For me, i only see my parents and my sister once-twice a year because they live out of state. On the other hand, i see my friends a few times a week, and it has been the hardest to adjust to not seeing my friends given the large shift in the frequency and type of time spent together. The change in frequency and types of time spent together can shift in both directions, and it is typically at extremes - either not able to see someone or with them 24/7.
Dealing with the extremes can be the most challenging aspect and it is important to know how to set boundaries for what it is you need. If you are feeling frustrated or annoyed with a quarantine mate, see if there is a way you can have conversation around space. Depending on the layout of your home, this may or may not be possible - but ensuring you have time in solitude could reduce the tension.
Also notice the shift in the energies and topics of conversation within the relationships.
Speaking your Truth and Taking Action
It can be difficult articulating your truth - especially when it does not align with some of the people that are near and dear to you. When there are extremes of opinion on hotly debated topics, people tend to align themselves with certain camps. Navigating relationships that have differing levels of regard toward covid-19 safety can be a challenge and lead to many arguments.
Knowing where you align and what you are comfortable with can be complicated to sift out. Notice when you might be uncomfortable and start standing up and speaking your truth.
Speaking your truth requires courage. You have to really stir up your tapas, stir up your drive. Tapas are the fire energies that allow you to have strength and stamina. It requires a lot of will power to even be able to push yourself to stand in your truth so doing things that stir up this energy can be a good starting point in taking action.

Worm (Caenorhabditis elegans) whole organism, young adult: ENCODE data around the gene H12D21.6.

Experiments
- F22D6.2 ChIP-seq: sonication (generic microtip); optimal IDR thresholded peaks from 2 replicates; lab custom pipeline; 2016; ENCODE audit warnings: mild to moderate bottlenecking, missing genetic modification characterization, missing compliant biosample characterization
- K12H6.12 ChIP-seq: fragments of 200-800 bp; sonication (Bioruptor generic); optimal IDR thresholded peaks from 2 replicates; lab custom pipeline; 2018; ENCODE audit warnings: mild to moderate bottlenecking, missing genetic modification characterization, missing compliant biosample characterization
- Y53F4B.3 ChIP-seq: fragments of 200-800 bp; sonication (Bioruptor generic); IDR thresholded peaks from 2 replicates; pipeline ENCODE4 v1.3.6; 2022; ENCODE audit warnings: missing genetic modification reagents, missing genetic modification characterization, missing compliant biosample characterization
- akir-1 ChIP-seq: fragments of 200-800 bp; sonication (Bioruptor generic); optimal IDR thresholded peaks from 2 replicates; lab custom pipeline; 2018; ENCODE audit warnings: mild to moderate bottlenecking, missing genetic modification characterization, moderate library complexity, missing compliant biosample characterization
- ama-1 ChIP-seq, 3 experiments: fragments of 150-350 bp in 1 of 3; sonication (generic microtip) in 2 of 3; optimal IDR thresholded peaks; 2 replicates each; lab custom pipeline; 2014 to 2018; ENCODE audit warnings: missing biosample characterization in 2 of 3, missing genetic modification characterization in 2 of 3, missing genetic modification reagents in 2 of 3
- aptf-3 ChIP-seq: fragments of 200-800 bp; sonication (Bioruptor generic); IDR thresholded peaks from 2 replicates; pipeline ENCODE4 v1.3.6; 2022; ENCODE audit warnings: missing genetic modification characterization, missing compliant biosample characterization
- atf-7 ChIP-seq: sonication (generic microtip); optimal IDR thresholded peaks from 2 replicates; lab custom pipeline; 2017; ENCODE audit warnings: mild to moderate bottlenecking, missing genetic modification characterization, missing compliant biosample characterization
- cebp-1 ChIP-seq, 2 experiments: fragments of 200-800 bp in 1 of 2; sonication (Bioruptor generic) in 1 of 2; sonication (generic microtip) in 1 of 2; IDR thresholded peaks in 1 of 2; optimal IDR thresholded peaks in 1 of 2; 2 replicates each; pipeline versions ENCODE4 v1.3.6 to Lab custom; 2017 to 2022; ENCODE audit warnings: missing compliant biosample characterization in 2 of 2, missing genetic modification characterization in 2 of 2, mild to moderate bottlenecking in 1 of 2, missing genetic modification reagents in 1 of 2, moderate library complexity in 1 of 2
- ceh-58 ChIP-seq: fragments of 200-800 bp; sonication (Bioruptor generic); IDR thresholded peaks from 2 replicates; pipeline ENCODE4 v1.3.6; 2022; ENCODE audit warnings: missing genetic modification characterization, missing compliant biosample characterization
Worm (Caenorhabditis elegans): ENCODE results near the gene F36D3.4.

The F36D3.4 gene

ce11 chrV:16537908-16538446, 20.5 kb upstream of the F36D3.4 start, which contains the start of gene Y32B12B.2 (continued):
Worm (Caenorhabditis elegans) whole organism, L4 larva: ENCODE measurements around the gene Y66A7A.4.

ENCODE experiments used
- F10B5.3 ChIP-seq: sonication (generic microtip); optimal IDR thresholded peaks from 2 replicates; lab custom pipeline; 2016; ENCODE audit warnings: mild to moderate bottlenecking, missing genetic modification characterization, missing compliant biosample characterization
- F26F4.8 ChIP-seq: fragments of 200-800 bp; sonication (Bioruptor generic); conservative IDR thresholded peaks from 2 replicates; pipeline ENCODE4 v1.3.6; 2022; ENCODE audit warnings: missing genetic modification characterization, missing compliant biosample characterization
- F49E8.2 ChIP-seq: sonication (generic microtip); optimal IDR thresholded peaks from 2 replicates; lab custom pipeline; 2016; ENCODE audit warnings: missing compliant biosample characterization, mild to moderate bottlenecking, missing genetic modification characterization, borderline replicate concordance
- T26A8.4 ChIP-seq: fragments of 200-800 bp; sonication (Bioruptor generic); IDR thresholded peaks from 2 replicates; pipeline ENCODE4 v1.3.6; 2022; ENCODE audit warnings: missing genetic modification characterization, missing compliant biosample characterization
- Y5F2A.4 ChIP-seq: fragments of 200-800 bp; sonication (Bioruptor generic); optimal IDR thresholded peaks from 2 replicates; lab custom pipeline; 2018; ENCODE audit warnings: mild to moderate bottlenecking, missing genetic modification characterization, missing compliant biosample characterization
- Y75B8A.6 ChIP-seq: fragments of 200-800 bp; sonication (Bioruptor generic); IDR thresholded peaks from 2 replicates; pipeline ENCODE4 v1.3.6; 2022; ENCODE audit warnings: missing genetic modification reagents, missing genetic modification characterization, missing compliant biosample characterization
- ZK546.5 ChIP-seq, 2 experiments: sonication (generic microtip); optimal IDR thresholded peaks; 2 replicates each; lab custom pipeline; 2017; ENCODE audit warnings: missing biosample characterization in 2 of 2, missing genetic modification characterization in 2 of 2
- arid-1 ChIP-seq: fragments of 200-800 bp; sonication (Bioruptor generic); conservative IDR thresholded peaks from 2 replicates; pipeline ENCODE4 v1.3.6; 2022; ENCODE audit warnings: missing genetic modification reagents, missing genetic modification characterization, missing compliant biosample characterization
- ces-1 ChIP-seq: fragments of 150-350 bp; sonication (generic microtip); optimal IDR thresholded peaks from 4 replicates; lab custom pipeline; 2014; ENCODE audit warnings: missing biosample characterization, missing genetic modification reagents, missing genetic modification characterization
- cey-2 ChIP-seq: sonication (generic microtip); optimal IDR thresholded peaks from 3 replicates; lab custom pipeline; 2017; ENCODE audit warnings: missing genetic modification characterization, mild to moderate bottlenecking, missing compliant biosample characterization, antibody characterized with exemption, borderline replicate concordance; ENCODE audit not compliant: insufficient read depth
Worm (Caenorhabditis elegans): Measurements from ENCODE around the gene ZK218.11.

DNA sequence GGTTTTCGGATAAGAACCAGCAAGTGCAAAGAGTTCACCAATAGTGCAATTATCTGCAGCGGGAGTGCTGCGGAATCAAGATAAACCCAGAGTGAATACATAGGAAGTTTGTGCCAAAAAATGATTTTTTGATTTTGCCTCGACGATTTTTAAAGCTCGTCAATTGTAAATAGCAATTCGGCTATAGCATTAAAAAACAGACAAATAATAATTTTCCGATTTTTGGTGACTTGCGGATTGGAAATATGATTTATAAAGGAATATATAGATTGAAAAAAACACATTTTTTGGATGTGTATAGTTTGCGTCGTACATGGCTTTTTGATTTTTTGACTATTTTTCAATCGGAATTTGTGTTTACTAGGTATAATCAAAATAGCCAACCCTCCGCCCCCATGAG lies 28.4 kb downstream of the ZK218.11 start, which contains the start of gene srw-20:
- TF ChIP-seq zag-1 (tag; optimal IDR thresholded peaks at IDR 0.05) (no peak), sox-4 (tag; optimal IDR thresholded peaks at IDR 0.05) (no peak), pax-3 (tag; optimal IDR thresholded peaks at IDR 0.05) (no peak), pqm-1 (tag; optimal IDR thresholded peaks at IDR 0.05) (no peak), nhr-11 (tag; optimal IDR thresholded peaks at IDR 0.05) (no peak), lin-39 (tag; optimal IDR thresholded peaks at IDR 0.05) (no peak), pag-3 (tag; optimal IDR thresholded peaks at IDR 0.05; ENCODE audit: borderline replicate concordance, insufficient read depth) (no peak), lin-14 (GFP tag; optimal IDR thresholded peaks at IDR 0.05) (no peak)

Experiential Exercise - Stirring up that inner fire:
The Breath of Fire is a kundalini pranayama practice that brings a wave of energy and strength to the body. Breath of Fire is rapid, rhythmic, and continuous. It is equal on the inhale and the exhale, with no pause between them (approximately 2-3 cycles per second). It is always practiced through the nostrils with the mouth closed, unless stated otherwise.
Breath of Fire is powered from the navel point and solar plexus.
To exhale, the air is expelled powerfully through the nose, by pressing the navel point and solar plexus back toward the spine. This feels automatic if you contract the diaphragm rapidly.
To inhale, the upper abdominal muscles relax, the diaphragm extends down, and the breath seems to come in as part of relaxation rather than through effort.
The chest stays relaxed and slightly lifted throughout the breathing cycle.
When done correctly, there should be no rigidity of hands, feet, face, or abdomen. Begin practicing Breath of Fire for a duration of I-3 minutes. Some people find it easy to do Breath of Fire for a full 10 minutes right away. Others find that the breath creates an initial dizziness or giddiness. If this happens, take a break.
Some tingling, traveling sensations and light-headedness are completely normal as your body adjusts to the new breath and new stimulation of the nerves. Concentrating at the brow point may help relieve these sensations. Sometimes these symptoms are the result of toxins and other chemicals released by the breath technique. The symptoms may be relieved by drinking lots of water and changing to a light diet.
NOTE! Breath of Fire is not hyperventilation and if you begin to feel dizzy or have and medical concerns do not practice this. There are also restrictions for doing Breath of Fire while pregnant and menstruating.
Let me know if your try this out and want you think. Also remember: However you might be feeling or however you might be responding - it is all OK. Your feelings are valid even if your neighbor is not feeling or doing the same things.